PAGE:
Propranolol was used in 9 additional cases (Table I). In patient 3, there was no response to propranolol, although efficacy is difficult to assess as the patient had already failed multiple other therapies. Patient 4 had partial response to steroids and vincristine but relapse with taper, and adding propranolol did not give benefit. In patient 5, propranolol and aspirin were started in combination, but the patient relapsed quickly after the aspirin was discontinued and subsequently responded to aspirin alone, suggesting that the propranolol itself was not effective. Patient 6 was treated with propranolol for only 3 days before KMP developed, prompting a switch to prednisolone and vincristine. Patients 7 (Figures 1A and B) and 8 worsened on first-line propranolol monotherapy, but both subsequently improved with prednisolone and vincristine. In contrast, propranolol was used as first-line monotherapy in patient 9 with complete response (Figures 1C and D). Additionally, patients 10 and 11 had partial response to propranolol monotherapy for 4 and 9 months, respectively.
Treatment of KHE and TA is in part limited by knowledge gaps due to their rare nature and lack of prospective trials. Complete surgical excision is the treatment of choice, although many tumors are unresectable due to location, size, or tissue infiltration (2). A variety of pharmacologic treatments have been reported in the literature including ticlopidine plus aspirin, heparin, low molecular weight heparin, corticosteroids, interferon-α, vincristine, actinomycin-D, cyclophosphamide, and sirolimus (4). While vincristine has been suggested as the first-line agent of choice with response rates of 86-100%, complete resolution is rare, relapse rates are 14-27%, and its use is limited by neurotoxicity and other side effects (9, 10). In difficult cases, multidrug or multimodal regimens are often required.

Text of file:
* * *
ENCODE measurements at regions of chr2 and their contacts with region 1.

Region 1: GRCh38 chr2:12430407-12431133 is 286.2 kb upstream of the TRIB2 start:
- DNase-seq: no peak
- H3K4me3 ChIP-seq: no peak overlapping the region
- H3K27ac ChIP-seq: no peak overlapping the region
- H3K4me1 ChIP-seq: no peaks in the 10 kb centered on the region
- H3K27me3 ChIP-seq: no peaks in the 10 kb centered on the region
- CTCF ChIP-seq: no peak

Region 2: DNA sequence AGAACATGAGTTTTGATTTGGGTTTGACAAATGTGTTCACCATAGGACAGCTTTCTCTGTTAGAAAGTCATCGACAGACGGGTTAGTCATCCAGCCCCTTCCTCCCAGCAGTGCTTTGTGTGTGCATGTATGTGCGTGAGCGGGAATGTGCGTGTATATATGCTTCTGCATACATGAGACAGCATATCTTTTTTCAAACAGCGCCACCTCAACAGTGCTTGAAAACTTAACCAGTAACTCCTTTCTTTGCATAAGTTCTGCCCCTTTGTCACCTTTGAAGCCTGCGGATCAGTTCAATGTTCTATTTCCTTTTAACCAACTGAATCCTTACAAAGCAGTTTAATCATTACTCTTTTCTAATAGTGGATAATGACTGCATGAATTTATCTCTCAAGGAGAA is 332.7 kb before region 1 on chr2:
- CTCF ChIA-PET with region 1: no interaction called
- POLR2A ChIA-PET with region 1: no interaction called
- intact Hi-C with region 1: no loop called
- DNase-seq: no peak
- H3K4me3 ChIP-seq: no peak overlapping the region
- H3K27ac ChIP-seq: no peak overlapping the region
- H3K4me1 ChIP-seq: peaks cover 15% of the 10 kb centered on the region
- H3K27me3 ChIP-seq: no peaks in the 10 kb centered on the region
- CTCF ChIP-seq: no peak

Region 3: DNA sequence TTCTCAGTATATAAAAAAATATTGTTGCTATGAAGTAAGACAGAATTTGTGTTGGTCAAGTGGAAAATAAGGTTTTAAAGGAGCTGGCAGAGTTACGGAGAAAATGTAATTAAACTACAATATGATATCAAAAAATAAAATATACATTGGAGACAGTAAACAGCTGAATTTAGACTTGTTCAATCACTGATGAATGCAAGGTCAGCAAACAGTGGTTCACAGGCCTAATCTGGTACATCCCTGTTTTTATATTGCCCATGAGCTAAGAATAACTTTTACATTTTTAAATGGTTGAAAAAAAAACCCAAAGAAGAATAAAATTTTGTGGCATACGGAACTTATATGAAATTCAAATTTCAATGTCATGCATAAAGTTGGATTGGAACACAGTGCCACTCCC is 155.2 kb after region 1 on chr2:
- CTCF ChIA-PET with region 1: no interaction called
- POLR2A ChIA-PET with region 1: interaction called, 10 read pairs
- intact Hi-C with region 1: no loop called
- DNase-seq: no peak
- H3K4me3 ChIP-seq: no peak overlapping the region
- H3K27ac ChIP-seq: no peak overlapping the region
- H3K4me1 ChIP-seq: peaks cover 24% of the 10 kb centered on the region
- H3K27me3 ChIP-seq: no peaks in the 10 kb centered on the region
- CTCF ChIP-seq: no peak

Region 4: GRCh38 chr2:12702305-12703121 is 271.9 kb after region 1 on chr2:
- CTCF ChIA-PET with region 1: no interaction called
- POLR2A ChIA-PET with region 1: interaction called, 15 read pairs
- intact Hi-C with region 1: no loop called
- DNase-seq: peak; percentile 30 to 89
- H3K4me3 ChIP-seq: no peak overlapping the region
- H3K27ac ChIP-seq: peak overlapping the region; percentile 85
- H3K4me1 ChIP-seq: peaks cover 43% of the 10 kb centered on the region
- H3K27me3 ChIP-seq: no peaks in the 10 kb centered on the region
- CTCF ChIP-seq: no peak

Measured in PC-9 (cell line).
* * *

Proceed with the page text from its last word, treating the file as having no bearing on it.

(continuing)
A case report describes the use of propranolol in the treatment of a 6-week-old male with KHE and KMP (8). The infant was treated with propranolol 2 mg/kg/day and vincristine 1.0 mg/m2/dose for 4 weeks. There was dramatic clinical improvement, and oral propranolol was continued alone for an additional 13 months. This report suggests that propranolol holds promise as a potential treatment option for KHE. In contrast, another case report highlights a patient with KHE and KMP who did not respond to numerous therapies, including propranolol (11).
Our results indicate that therapy with propranolol was ineffective in nearly two-thirds of patients. In our series of 11 patients, only 4 patients responded (patients 2, 9, 10, 11) and 7 others did not. In contrast to treatment of IH, the improvement was slow and gradual in 3 (patients 2, 10, 11) of the 4 patients where propranolol was efficacious; the 4th patient (patient 9) partially improved on lower doses of propranolol but had a dramatic response to 3 mg/kg/day, suggesting that higher doses may be necessary (12). In 4 (patients 1, 6, 7, 8) of the 6 patients who received it as first-line monotherapy, propranolol did not result in response even as late as 4 weeks. In comparison to monotherapy, propranolol did not appear to be more effective in those cases where it was used in combination with other agents. There were no distinguishing clinical features between those cases that responded and those that did not.
A controlled prospective trial with objective response criteria is necessary to determine the best therapies for KHE and TA with and without KMP, although accumulating sufficient patients for such a trial would be extremely difficult. In the interim, our knowledge about treating these tumors continues to rely on retrospective series and reviews. Propranolol is currently used for the treatment of vascular tumors without complete understanding of its mechanism of action. Of the 13 reported patients with KHE and TA treated with propranolol, including our series of 11, only 5 patients (38%) have responded to the medication. Given the lack of efficacy in the majority of patients and the availability of other medications with a better response rate, more experience with propranolol in the setting of KHE and TA is necessary before use of this medication as a first-line agent.
The authors would like to thank Drs. Susan Lindemulder, Sanjay Mahant, and Nameeta Richard for the excellent clinical care that they provided to these patients.
Dr. Tom is funded by a Research Career Development Award, K23AR060274, from the National Institutes of Arthritis and Musculoskeletal and Skin Diseases (NIAMS/NIH).
Conflict of Interest Statement
The authors have no conflicts of interest to disclose.